Tuesday, November 18, 2008

Nigeria Police and Record Keeping

When recently the Inspector-General of Police, Mr. Mike Okiro admitted that he did not know the actual number of policemen in the country, not a few people felt embarrassed. However, given the nation’s notoriety for poor record keeping, we are hardly surprised. What is true of the police is, unfortunately, also true of many government agencies and ministries.
What is also interesting about Okiro’s confession is that it makes it easy to understand why the police seem to be overwhelmed by criminals who increasingly terrorise the society. All the argument about Nigeria being under-policed would then seem to be based on mere speculation. While it may seem obvious, there is no data to prove it. It is also only when the strength of the police is known that it is possible to make a case for more men or otherwise.
For an organization that is charged with the maintenance of law and order, the question of its numerical strength is of critical importance. Apart from the sheer number of its men, there is also the need for proper and specific identification of these men. We are aware that policemen are usually assigned service numbers and that those who are deceased are de-registered. Why then is it difficult to keep track of the number of men in the organization?
It is hard to imagine how the police authorities can do any meaningful planning without accurate information on its population. It is only when we know the current strength of the police that we can say if it needs more men or not. Besides, it is hard to determine the other demographic facts—age, gender and distribution—about the police without an accurate database that is regularly updated.
From the inspector-general of police’s admission, it is only fair to assume that even the Police Service Commission which claims that there are 377,000 policemen in the country, is just speculating. If such information is to be relied on, the I-G ought to be the right person to authenticate it. But by his own admission, whatever figure is being bandied about on the number of policemen in the country, is at best, an estimate.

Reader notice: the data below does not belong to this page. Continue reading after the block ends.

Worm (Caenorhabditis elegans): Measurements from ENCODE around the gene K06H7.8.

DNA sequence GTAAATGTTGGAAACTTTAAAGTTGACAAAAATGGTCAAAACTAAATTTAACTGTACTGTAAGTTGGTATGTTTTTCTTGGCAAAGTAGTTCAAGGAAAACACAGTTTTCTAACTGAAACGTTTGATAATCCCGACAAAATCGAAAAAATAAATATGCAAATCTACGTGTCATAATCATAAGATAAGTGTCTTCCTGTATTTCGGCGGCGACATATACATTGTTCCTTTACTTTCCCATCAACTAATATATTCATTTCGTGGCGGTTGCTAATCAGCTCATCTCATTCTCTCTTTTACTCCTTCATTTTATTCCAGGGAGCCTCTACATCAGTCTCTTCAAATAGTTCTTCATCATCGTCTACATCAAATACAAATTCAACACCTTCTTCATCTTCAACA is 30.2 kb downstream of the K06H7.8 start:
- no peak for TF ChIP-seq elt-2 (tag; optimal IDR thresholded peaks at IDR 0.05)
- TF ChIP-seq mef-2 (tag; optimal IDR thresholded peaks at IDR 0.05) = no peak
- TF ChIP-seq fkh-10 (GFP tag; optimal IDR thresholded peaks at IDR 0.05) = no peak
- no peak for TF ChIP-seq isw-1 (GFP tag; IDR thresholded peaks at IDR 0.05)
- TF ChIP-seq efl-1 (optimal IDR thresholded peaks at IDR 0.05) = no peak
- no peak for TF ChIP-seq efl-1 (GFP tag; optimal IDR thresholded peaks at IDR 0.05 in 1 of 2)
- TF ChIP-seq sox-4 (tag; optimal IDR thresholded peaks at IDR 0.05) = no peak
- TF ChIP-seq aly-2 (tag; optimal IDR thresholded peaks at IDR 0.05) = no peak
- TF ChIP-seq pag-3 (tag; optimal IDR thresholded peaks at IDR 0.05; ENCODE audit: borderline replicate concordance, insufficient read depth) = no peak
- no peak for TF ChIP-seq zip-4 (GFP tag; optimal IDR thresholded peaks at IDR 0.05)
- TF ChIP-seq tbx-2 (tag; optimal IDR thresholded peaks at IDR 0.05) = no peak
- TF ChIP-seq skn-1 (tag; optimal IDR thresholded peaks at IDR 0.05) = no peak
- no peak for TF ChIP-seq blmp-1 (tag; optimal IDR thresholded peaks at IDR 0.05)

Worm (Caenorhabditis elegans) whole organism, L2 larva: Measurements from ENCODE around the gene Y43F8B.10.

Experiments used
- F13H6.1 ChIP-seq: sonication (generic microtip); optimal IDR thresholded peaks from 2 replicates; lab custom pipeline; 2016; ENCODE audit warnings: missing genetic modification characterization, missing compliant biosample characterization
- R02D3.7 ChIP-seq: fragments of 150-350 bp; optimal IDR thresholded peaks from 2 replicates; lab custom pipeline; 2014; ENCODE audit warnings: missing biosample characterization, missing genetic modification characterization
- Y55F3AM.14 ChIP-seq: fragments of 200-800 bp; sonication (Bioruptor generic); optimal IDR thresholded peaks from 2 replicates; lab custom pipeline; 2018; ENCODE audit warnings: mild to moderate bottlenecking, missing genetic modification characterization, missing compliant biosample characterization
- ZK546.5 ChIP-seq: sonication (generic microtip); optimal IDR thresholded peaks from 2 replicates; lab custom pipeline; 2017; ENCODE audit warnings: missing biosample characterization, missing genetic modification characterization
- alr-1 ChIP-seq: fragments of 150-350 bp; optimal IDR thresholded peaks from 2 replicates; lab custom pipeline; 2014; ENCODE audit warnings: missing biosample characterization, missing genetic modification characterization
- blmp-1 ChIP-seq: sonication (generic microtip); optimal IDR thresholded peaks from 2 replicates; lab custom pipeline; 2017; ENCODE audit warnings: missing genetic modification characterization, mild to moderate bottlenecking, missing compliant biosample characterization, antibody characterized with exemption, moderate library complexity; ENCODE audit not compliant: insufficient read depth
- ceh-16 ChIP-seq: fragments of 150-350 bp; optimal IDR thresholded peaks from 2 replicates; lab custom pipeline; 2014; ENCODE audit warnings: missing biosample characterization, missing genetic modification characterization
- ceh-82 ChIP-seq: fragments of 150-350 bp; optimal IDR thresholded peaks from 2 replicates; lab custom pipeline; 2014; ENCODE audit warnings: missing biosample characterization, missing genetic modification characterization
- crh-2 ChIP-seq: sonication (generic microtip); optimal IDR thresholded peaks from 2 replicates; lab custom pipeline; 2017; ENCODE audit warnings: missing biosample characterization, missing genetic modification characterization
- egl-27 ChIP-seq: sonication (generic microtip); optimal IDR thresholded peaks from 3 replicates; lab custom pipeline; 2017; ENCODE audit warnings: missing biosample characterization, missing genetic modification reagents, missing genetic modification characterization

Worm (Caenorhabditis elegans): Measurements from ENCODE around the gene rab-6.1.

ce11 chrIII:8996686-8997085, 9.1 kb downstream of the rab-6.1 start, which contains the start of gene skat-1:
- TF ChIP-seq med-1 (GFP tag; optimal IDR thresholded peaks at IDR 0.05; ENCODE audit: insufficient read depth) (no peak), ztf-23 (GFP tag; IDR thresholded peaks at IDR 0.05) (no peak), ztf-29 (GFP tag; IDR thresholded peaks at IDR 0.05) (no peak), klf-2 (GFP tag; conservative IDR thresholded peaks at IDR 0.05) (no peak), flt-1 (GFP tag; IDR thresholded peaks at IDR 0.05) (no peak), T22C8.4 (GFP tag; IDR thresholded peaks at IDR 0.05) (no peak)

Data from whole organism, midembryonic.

This is not good for crime fighting at a time when criminals are becoming more desperate and more sophisticated. It is indeed scandalous that all these years, the police authorities have no reliable records on its personnel. Little wonder that policemen are sometimes involved in criminal acts without being easily identified.
With Okiro’s admission, we cannot even begin to imagine if the police have records of criminals, especially hardened criminals. In an era when crime fighting has become scientific, how computerised are the operations of the police in Nigeria?
It is fair on Okiro’s part for him to have confessed. But he should follow it up with immediate action of updating police personnel records and indeed those of criminals. It is an issue that needs not be treated lightly. How can we be certain that the nation is under-policed if we do not know the current strength of the organisation? Indeed how can we plan for arming the police without accurate information on the number of men to be provided for?
The IG and the Police Service Commission need to tackle this challenge immediately so that the nation can reasonably provide for the organization. Computerising the activities and records of the police is the best way to go about it. It is not something to be paid mere lip service. Concrete steps should be taken to actualize it. What we say to the police also goes for other government agencies where record keeping is equally in shambles. A nation that toys with record keeping is a nation that is not ready for real development and where projections are like a leap in the dark.